After removal from the skull, brains were bisected at the midline and one cerebral hemisphere randomly selected for immunohistochemical analysis after fixation by immersion in 4% paraformaldehyde at 4 °C for 24 h. A mean of three representative 50-μm-thick slices per animal was then cut in the sagittal plane between 1.5 and 2.0 mm from the midline using a vibratome (VT 1000 S, Leica, Wetzlar, Germany). Free-floating sections were permeabilized with 2% Triton X-100 overnight and then blocked with I-Block™ Protein-Based Blocking Reagent (Thermo Fischer Scientific). We obtained immunohistochemical labelling of hTau using the CP13 primary antibody (dilution; 1:25, 48 h, RT), which binds specifically to phosphorylated serine 202 (pS202) on tau, followed by incubation with the A-21244 secondary antibody, which contains Alexa Fluor 647 dye (Invitrogen, 1:500) [16, 24]. The unbound dye was removed by three washing steps with PBS, and the slices were then mounted on microscope slides with fluorescent mounting medium (Dako, Germany). Images were acquired with an inverted confocal Laser-Scanning Microscope LSM510=NLO (Zeiss). We imaged the frontal cortex and hippocampus of each slice three-dimensionally in tile scan mode, which allows automatic stitching of an array of fields of view. Tau load (%) in maximum intensity projected image stacks was calculated as the summed area of all tau-positive cells identified using an automated intensity threshold relative to the total inspected area in ImageJ software (Wayne Rasband, (NIH)). Second, we calculated the number of CP13-positive neurons per area (N/mm2) in the cortex and the hippocampus. The operator was blind to the PET results.
Statistics were performed using SPSS (V25, IBM Cooperation) and GraphPad Prism (V5.03). FDG-PET measures of baseline, follow-up assessment, and longitudinal changes, as well as tau burden (%), the number of tau-positive neurons per area and body weight, were compared between the three groups of treated hTau mice, vehicle hTau mice, and non-carrier controls by a one-way ANOVA including Tukey post hoc correction for multiple comparisons. Longitudinal FDG-PET measures in the treatment group were also tested voxel-wise (paired t test) by a statistical parametric mapping approach  to allow a region-independent evaluation of metabolic rescue. Body weight was compared by an unpaired Student’s t test. For inter-modality correlation analyses, Pearson coefficients of correlation (R) were calculated between region-specific tau area (%) values and PET read-outs (SUVR, ΔSUVR). A Shapiro–Wilk test was performed to verify normal distribution of sample values (results are provided in Additional file 1). In all tests, a threshold of p < 0.05 was considered to be significant for rejection of the null hypothesis.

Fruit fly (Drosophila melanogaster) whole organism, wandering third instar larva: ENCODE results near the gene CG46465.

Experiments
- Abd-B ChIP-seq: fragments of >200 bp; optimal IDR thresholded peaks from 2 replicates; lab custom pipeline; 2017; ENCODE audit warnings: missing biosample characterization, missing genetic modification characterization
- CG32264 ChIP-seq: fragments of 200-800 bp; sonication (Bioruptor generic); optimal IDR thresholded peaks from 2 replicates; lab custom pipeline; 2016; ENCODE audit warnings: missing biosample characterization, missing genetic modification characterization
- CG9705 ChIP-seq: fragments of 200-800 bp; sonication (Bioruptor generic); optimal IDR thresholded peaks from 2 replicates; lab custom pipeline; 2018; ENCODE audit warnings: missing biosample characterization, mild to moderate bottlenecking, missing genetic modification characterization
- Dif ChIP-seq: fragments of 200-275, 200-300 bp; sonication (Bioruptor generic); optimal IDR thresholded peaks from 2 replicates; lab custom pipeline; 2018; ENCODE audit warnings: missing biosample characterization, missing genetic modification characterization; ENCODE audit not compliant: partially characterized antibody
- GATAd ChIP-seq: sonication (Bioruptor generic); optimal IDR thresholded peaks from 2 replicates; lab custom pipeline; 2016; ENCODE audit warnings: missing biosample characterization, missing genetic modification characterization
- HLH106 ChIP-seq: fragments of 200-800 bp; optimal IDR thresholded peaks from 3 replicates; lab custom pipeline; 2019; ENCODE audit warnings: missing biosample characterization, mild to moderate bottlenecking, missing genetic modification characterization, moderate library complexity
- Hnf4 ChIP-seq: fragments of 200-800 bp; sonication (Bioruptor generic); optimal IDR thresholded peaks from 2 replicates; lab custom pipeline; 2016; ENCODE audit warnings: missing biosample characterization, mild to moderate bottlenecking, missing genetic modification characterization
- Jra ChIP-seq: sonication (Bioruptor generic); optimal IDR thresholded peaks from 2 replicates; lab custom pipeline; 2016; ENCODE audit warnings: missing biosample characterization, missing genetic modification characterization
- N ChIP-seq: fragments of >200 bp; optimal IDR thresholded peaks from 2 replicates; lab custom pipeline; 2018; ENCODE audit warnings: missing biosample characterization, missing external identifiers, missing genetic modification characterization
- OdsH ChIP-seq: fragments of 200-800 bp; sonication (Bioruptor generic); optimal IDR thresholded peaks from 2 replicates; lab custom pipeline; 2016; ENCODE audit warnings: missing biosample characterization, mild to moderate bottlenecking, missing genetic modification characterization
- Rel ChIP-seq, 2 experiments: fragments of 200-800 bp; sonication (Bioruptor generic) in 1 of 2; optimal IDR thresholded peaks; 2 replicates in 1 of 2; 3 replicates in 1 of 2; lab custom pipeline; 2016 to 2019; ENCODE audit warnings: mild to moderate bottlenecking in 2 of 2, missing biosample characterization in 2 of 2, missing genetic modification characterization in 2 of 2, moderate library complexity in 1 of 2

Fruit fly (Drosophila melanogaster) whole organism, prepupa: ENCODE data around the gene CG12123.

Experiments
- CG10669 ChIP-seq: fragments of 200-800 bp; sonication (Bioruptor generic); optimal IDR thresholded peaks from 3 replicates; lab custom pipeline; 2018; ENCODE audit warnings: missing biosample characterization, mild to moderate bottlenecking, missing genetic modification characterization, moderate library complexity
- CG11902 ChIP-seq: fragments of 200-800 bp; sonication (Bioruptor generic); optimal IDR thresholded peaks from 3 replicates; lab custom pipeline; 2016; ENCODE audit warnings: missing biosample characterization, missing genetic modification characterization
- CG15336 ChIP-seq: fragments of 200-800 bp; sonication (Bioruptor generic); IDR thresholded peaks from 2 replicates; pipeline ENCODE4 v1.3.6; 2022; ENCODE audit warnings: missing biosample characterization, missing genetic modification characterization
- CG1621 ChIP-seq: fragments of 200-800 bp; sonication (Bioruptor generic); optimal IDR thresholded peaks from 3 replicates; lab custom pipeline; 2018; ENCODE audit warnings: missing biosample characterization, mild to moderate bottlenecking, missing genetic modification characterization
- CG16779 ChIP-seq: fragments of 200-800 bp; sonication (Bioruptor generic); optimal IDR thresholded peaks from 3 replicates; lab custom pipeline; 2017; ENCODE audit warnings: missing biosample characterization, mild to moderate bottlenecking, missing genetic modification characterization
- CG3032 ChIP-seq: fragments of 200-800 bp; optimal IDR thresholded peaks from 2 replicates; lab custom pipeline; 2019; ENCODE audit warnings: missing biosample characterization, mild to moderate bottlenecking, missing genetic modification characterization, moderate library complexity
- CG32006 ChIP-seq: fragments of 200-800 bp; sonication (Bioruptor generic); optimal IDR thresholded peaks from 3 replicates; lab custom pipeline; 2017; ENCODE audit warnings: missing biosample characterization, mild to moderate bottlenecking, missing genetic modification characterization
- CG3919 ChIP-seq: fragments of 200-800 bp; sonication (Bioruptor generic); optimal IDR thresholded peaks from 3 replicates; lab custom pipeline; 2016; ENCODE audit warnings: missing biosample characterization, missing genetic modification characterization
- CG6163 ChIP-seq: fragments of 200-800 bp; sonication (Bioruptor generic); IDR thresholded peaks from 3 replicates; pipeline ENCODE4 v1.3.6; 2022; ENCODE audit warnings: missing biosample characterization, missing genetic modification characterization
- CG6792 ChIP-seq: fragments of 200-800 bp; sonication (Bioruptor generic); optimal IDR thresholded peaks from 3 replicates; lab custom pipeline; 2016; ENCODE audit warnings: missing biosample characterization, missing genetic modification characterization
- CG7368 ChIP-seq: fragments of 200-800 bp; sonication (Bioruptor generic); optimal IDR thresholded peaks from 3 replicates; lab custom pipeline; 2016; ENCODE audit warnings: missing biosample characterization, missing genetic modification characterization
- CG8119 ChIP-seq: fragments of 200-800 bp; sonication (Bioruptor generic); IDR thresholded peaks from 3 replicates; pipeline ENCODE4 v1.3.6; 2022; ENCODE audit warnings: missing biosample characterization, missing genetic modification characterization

Late-stage Anle138b treatment reduces tau deposition in hTau mice
First, we investigated if late-stage Anle138b treatment extending over 3 months has the potential to reduce further tau accumulation in mice expressing human AD tau. One mouse of the hTau treatment group died during the baseline PET scan, and one mouse of the hTau vehicle group died between baseline and follow-up, resulting in equally sized groups of five mice for both of the treatment and vehicle groups (carrier and non-carrier). Body weight was initially 18% lower in hTau mice compared to non-carriers at baseline (p = 0.003), but there were no significant differences between treatment and vehicle groups at subsequent times (see Additional file 1). CP13 immunohistochemical staining revealed a clear visual reduction of tau deposition in hTau mice receiving Anle138b treatment when compared to the hTau vehicle group (Fig. 1a–d). Immunohistochemical quantitation indicated a 53% reduction of tau burden after 3 months of Anle138b treatment in the frontal cortex, relative to the burden in hTau vehicle mice (6.1% vs. 13%; p < 0.001, Fig. 1e). Similarly, there was 59% less tau burden in the hippocampus of the treated mice (1.9% vs 4.7; p < 0.001, Fig. 1f). There were fewer CP13-positive neurons in the Anle138b treatment group in the frontal cortex (− 33%; p < 0.001, Fig. 1g) and the hippocampus (− 14%; p < 0.001, Fig. 1g) when compared to the hTau vehicle group.